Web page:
Over the summer, immigration courts took a short break to access their cases and apply prosecutorial discretion. The goal was to do away with frivolous deportation cases, especially ones dealing with non-criminal individuals. After this review period, officials hoped that both local and federal courts would run more efficiently and have a better chance at keeping up with their work.
However, a federal official investigating the immigration courts in the years leading up to this hiatus uncovered systemic and clerical issues that indicated the courts were in real trouble — and it is unclear if these matters have been addressed since the break.
From 2006 to 2010, the number of new immigration cases increased from 308,642 to 325,326; and at the same time, efficiency in completing these cases plummeted 11 percent. Federal officials hired new immigration judges to combat the issue, but many of them were inexperienced and required extensive training to be fit for the job; an entirely different issue from court efficiency which calls into question the equality of justice that undocumented immigrants received during their day in court.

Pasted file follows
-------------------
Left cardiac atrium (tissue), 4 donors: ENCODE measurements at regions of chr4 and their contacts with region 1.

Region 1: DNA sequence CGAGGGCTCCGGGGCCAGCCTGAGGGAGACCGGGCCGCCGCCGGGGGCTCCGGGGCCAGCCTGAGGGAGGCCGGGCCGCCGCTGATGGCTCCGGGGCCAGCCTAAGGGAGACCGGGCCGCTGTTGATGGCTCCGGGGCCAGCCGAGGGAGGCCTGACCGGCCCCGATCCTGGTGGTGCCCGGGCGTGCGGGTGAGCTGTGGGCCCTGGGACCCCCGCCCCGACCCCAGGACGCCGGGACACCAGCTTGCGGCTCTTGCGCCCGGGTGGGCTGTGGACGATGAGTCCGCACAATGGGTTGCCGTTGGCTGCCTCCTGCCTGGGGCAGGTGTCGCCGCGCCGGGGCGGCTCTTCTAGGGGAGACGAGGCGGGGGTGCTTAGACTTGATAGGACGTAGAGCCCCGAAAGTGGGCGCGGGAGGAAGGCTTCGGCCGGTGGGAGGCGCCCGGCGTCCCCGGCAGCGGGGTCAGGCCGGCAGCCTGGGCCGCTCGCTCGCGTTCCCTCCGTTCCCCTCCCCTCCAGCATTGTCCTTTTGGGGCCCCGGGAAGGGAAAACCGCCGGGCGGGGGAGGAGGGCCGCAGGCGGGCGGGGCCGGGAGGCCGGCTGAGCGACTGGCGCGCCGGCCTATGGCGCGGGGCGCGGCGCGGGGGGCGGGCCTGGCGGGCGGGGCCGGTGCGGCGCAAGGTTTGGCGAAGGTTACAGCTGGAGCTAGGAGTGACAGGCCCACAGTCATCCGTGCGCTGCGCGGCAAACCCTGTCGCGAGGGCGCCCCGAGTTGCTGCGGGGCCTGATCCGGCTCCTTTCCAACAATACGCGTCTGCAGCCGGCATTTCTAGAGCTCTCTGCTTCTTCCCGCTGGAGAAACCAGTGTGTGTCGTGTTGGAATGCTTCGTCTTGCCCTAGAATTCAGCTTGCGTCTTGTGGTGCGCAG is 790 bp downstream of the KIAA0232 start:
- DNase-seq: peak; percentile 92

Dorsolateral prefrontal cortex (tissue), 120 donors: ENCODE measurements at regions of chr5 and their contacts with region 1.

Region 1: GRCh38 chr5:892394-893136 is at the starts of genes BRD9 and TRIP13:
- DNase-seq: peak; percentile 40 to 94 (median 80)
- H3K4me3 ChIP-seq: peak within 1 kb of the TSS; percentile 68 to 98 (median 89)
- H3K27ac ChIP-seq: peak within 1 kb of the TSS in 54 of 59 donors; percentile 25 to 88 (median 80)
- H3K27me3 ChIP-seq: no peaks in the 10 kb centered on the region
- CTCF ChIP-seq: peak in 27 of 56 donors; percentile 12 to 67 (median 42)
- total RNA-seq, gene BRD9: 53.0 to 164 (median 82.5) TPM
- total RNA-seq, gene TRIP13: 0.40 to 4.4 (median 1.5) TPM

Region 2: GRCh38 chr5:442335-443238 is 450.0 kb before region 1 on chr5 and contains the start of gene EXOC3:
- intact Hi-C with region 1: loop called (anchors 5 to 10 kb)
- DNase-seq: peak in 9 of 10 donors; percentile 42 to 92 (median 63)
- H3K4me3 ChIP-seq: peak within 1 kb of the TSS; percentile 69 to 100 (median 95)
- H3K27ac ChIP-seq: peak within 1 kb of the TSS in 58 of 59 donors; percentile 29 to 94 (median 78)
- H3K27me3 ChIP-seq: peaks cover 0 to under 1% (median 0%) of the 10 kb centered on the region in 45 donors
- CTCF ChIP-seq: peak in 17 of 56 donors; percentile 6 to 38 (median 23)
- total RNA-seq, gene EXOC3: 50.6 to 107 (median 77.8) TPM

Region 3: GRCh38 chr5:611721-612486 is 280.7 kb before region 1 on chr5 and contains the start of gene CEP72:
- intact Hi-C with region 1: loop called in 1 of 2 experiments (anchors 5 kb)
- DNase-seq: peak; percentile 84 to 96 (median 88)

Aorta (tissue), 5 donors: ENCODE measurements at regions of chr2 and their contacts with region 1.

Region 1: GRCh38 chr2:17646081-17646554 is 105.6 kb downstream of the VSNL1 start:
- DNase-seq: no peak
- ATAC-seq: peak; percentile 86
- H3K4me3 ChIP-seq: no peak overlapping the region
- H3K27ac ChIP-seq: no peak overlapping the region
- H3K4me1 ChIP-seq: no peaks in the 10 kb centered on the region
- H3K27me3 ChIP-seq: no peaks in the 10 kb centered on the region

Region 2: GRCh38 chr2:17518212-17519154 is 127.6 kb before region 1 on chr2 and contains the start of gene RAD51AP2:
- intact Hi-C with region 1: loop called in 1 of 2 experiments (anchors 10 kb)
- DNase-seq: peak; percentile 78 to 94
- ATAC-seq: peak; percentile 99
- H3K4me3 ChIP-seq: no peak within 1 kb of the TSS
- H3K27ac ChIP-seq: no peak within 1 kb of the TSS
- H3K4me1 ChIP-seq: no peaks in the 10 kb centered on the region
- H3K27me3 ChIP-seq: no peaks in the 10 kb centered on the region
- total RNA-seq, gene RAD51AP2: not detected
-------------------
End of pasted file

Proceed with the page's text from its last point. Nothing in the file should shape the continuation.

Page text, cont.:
Investigators branded the record-keeping of immigration courts as “flawed;” so flawed, in fact, that it was tough for officials to make conclusions about the work flow of the courts. It remains to be seen if these flaws were corrected following the period of prosecutorial discretion this summer. Many deportation cases were backlogged for three years before the hiatus, and if the clerical side of things hasn’t been fixed, the immigration courts could descend into madness yet again, and soon.
Source: Associated Press, “Immigration judges behind on caseload,” Pete Yost, Nov. 1, 2012